But he topped that ball, as we often do, and the pill stopped in the ditch.
His third was short and his fourth was bad and his fifth was off the line,
And he took an eight on the eighteenth hole with a five for a seventy-nine.

 I gathered his clubs and I took his arm and alone in the locker room
I left him sitting upon the bench, a picture of grief and gloom;
And the last man came and took his shower and hurried upon his way,
But still he sat with his head bowed down like one with a mind astray,
And he counted his score card o’er and o’er and muttered this doleful whine:
“I took an eight on the eighteenth hole, with a five for a seventy-nine!”

 

Here is my recording of the poem. Just click on the sideways diamond. And don’t worry about perfection, just recite and have fun. It’s a great poem to read out loud.

 

If you have time, please leave a comment. Thanks.

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Reading Golf Poetry Out Loud

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It’s a new year so, let’s try something new and different.

The fun of reading golf poetry out loud is something that I have emphasized on this Blog. Now we are going to put this idea to the test – that is, with your help.

When talking to groups about golf poetry, I always have them participate by reading a poem out loud along with me. So I thought – why don’t I try that with you as well. So this is what we are going to do. Let’s take the poem I always use, “The Lay for the Troubled Golfer” by Edgar A Guest and begin by just considering the first stanza. (In the next Post we will read the whole poem.)

I have recorded the first stanza as you can see below. So, if you like you can listen to my reading first.

Note: If you are looking at this post on my website then just click on the triangle at the left side of the audio bar. However, if you are reading the Post on email, then you will have to switch to my website at https://golfpoet.com/2015/01/06/reading-golf-poetry-out-loud-2/ to be able to follow the poem text while I’m reading it.

After your first reading, you can either read along with me the second time or just read out loud by yourself. Either way I hope that you conclude, as I have, that reading out loud adds to the fun of reading golf poetry. (Note: for those of you who do not use English regularly, consider this an opportunity to practice speaking.)

Here, then is the first stanza of “The Lay for the Troubled Golfer.”

His eye was wild and his face was taut with anger and hate and rage,
And the things he muttered were much too strong for the ink of the printed page.
I found him there when the dusk came down, in his golf clothes still was he,
And his clubs were strewn around his feet as he told his grief to me:
“I’d an easy five for a seventy-nine—in sight of the golden goal—
An easy five and I took an eight—an eight on the eighteenth hole!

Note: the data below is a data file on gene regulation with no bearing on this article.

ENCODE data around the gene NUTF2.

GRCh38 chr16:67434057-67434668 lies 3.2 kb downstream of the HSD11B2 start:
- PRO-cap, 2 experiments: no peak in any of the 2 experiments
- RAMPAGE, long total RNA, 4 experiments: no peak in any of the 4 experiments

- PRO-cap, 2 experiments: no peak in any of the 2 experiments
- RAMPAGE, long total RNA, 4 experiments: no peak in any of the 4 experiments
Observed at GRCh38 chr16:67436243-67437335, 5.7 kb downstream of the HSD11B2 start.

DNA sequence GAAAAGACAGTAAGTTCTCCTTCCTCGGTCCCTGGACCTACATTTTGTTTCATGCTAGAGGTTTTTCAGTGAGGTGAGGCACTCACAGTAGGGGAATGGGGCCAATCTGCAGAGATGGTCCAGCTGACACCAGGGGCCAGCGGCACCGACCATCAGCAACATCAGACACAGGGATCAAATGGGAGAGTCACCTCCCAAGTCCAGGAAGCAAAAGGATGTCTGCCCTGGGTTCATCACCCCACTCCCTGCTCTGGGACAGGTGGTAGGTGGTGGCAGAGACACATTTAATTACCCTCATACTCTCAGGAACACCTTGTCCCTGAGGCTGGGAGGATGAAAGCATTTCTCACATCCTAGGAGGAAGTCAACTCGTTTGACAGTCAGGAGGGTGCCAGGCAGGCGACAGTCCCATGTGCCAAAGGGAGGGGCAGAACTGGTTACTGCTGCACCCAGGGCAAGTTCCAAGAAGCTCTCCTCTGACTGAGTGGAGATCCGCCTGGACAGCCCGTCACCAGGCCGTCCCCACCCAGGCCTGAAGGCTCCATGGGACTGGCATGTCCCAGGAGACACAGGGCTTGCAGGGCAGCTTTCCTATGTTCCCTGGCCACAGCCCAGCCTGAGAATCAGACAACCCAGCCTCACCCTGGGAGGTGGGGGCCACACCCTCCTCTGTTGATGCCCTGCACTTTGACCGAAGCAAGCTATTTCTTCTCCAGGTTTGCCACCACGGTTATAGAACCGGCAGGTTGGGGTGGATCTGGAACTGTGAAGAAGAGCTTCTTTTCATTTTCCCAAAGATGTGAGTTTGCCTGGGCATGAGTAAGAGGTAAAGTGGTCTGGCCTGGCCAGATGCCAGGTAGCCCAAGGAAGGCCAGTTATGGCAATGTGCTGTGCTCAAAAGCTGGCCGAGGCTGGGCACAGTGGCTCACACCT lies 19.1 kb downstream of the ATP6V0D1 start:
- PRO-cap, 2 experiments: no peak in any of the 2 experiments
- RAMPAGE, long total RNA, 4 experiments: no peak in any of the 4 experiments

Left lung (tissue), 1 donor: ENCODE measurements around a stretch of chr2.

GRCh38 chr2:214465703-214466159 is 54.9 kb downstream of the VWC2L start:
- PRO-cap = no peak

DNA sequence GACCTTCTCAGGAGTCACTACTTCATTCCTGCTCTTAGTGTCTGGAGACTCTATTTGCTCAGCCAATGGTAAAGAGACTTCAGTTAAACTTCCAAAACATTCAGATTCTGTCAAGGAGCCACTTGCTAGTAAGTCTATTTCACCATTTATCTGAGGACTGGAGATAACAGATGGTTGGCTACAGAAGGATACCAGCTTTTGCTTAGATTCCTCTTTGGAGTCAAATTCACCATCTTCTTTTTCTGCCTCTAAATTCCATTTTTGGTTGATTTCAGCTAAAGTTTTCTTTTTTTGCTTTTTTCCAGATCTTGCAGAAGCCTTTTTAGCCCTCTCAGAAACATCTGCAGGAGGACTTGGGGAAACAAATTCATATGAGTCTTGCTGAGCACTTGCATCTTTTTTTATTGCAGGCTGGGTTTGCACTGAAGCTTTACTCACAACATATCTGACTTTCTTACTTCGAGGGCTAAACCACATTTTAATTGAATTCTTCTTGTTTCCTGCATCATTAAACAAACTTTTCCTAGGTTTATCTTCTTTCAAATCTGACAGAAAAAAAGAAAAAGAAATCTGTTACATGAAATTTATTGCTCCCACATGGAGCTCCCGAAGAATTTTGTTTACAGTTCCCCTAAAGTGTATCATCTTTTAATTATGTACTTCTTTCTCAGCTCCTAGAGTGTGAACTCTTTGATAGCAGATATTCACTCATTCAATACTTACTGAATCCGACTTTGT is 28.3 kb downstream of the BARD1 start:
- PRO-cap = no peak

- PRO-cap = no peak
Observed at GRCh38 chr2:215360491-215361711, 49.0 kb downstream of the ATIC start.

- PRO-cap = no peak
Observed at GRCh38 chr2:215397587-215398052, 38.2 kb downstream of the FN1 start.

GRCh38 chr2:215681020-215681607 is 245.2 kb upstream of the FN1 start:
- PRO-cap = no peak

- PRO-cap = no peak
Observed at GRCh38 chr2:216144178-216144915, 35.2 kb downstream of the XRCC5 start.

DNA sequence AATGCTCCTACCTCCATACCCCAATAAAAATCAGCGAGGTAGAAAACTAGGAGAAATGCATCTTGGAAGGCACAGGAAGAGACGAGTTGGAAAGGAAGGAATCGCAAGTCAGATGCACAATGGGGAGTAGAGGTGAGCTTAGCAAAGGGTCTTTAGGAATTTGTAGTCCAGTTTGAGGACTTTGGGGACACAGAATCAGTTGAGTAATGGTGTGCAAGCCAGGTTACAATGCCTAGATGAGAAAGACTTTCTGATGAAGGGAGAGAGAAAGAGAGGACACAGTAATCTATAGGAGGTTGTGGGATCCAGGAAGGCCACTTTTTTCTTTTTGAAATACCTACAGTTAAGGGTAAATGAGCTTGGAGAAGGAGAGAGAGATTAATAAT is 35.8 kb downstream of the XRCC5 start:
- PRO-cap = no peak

And below is my reading:

 

Remember if you want to continue and read the whole poem out loud look out for the next Post that will be coming soon.

 

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December Golf

 

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My apologies for being slow to put out a new post. I have been battling the flu for a while (even though I dutifully got my flu-shot last October). I am finally starting the feel better and put together what is now my annual four-liner bemoaning Winter. Nothing new, just another observation on what separates golfers who are warmer and from those who are colder at this time of year.

DECEMBER GOLF

Golf in December, a delight for those
Not burdened by four layers of clothes;

Advice or tips no matter the source,
Of little use on a snow-covered course.

 
Two other comments. For the golfer who has everything and is interested in the history and literature of the game, please consider my book, Golf Course of Rhymes – Links between Golf and Poetry Through the Ages, available at Amazon (http://amzn.to/11b2H2k) and other web bookstore locations

Also next year, if I can figure out how to do it, we will be reciting some poetry together. In this way I hope to encourage you to read poetry out loud.

Finally, I would like to wish my readers from over 120 countries a very happy holiday season and lower scores next year. Thank you for coming back to read golf poetry from time to time. There are more than 160 poems about golf on the pages of this Blog. When you have time explore a little using search words. The top 10 are fine, but there’s a lot more.

aside

Here are three four-lines verses that I would like to share with you on a beautiful late September morning in New England:

THE YIPS PURE AND SIMPLE

The yips occur when you can’t control
The direction or speed of the ball you roll.
You have the yips if you shake your putts
Frequent attacks can drive you nuts.

CHANGING ODDS

Heard said that trees are nine-tenths air,
If your ball gets over you hardly care;
But if it’s low and lost from view –
No more than even that your ball gets through.

NEVER MISS

To make a putt without a doubt
A mind-trick to apply:
Pretend that you’ve already missed
And this is your second try!

Leon S White, PhD